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Give My Regards to Broadway

Long-time readers of this blog are fully aware that we are true Cheapos. On previous trips to New York City we have spent time enjoying what there is to do and see at no cost: walking through Central Park and the South Street Seaport; taking free guided tours of the public library and of Grand Central and its neighborhood. Our visit to the city last week was no different. After googling “free stuff to do in NYC” once again, we decided to take advantage of the tour of Times Square on Friday.

The online instructions told us to meet at noon on Broadway between 46th and 47th Streets at the Times Square Visitors Center, which in the 1920s was the elegant Embassy movie theater. Judy, our guide, began the three-hour tour by
telling us that Longacre Square changed its name soon after the New York Times moved to this part of the city in 1904. It was actually because the subway system, which opened for operation the same year, called its stop Times Square that the designation began to change. The location’s reputation has evolved over the years as well. For a long while, 42nd Street and its surroundings were filled with prostitutes, porn shops, and peep-shows. By 1986, however, a group now called the Times Square Alliance was well on its way to reinventing the area. In its current form, Times Square has been “Disney-fied”; the blocks in and around it contain one quarter of all of the New York hotels; it is also the entertainment center of
the city, being at the heart of the theater district. This transformation was in part accomplished by a non-profit organization, the Theatre Development Fund (TDF), which got the idea of attracting people back to the theater by offering low same-day purchase prices at the TKTS discount booth. Once an unsightly trailer, the building is now an unusual, triangular shape, complete with glass steps which offer stadium-type seating for people waiting hours to buy tickets.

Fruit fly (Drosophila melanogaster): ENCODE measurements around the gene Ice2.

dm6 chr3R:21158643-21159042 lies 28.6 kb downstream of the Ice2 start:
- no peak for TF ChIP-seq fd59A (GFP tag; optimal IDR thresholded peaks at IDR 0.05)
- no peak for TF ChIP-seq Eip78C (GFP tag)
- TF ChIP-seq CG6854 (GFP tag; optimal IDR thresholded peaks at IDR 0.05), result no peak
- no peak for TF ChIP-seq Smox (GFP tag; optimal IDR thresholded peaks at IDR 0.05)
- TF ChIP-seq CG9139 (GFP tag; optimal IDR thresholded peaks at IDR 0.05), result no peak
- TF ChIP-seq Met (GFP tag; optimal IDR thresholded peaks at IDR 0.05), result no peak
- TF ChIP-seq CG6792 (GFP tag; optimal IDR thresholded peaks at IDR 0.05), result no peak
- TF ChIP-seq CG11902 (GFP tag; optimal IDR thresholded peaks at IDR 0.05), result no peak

Our guide pointed out other landmarks on or near the square. The Palace Theater (1913) was home to many vaudeville acts and in 1941 was the site of the premier of Orson Welles’s famous film Citizen Kane. The renovated
Renaissance Hotel has beautiful copper paneling and hand-blown glass lighting; the view of Times Square from its stylish bar is nothing short of amazing. The eleven-story Art Deco style Brill Building housed music industry offices from 1931 till the emergence of rock ‘n’ roll; performers such as Tommy Dorsey, Duke Ellington, and Nat King Cole
leased offices in the building; songs such as Yakety Yak and Save the Last Dance for Me were produced here. Saint Malachy Catholic Church (1903), lovely with its murals of angels, set up a midnight mass on Saturdays for actors. The I. Miller building (1926) provided shoes for dancers and non-dancers alike; the exterior is decorated with statues of four famous women of the period, including Mary Pickford. The New York Times building still stands on the south side of the square, but is unrecognizable because it, like most structures here, is covered with huge electronic billboards. In fact, it is now a requirement that all Times Square buildings have bright, moving lights on them.

We learned a lot from the tour which only cost us a tip for the guide. There’s so much fun to be had for next to nothing in the big city. Future trips will allow us to see the Union Square area and perhaps Bowl-Mor lanes, located in Times Square.